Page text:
Gmail user? Beware recent phishing emails!

The phishy email

If you use Gmail and receive an email that looks like it has a Google document attached to it – beware! Don’t immediately click what appears to be the Google document as it may be a link that takes what appears to be a Google login form but is actually collecting your Google login details to send to criminals.

How can you tell?

The attachment is actually an image, and hovering over it will show the website where you’ll end up if you click on it. It won’t be the Google login website.

If you do end up visiting the website you’ll be presented with a login form that looks identical to the Google login form. If you do enter your Google login details then the criminals have now got access to your Google account – Gmail, Google Drive, Google Talk, etc. The standard activity by the criminals appears to be to send a similar phishing email out to your contacts, leveraging their trust of your relationship to gain access to their accounts. You might also find an inbox rule set up to send any incoming emails straight to the bin (trash) in an attempt to hide emails from your contacts telling you that you’ve been “hacked”. Other inbox rules might be set up to forward all emails to another account under the control of the criminals.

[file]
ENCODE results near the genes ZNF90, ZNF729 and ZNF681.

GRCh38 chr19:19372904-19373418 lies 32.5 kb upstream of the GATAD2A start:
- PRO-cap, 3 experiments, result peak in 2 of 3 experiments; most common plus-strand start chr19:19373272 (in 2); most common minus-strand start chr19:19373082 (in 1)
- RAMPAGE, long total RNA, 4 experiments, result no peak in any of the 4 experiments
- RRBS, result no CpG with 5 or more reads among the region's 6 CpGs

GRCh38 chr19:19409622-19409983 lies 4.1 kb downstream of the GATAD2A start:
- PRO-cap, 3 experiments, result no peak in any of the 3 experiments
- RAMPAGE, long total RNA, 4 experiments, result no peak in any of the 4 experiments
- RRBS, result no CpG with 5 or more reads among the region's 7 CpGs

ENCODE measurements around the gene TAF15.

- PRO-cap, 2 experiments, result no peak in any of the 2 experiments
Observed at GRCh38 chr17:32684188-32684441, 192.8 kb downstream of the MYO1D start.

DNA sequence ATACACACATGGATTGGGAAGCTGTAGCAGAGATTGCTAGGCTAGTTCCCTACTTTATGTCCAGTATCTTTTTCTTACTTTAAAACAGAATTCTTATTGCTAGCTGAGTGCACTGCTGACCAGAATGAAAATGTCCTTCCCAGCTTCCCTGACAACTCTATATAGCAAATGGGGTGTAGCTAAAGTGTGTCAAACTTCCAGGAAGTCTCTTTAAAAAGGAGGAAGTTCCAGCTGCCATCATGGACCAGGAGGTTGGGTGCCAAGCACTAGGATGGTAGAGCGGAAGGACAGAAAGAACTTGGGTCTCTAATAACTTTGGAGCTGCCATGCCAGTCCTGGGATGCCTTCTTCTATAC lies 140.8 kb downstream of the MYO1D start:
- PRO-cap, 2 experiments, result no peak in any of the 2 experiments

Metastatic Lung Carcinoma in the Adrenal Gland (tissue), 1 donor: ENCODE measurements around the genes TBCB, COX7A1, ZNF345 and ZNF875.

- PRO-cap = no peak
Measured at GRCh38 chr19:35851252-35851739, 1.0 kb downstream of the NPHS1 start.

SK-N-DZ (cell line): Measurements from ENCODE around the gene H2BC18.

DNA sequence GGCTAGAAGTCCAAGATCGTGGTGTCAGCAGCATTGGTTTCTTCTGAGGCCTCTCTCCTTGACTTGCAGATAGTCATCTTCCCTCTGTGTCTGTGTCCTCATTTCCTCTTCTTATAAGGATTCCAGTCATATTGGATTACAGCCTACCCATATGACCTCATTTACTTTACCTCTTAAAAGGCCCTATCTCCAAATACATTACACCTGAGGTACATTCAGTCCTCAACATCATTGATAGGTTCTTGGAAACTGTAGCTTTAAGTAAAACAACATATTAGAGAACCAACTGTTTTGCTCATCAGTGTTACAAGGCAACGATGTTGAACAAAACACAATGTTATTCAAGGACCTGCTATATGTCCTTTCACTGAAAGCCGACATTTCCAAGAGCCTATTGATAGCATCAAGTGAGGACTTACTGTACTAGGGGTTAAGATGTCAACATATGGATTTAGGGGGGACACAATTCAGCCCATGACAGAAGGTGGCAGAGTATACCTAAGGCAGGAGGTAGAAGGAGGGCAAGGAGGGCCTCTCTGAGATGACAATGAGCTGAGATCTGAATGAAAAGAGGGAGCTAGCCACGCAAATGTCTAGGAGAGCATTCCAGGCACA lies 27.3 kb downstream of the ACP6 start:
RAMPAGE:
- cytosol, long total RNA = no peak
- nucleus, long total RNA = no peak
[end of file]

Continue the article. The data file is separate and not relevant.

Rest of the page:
What to do?

Change your Google password right away! To be more secure and prevent this type of problem you can set up 2-factor authentication. If you set up 2-factor authentication then you need to enter a single-use code that’s sent to your phone as well as your username and password in order to log in.

Also contact your contacts that received the phishing email from you and warn them not to click the document that was sent from your account. It might be embarrassing but at least it shows you’re aware of the problem and are being pro-active in dealing with the problem.

A bit of common sense always helps. Were you expecting a randomly named document from that person? No? So don’t click the link! Many anti-virus products will block the website that you are initially directed to, but the website will change frequently so you can’t rely on the anti-virus software to protect you.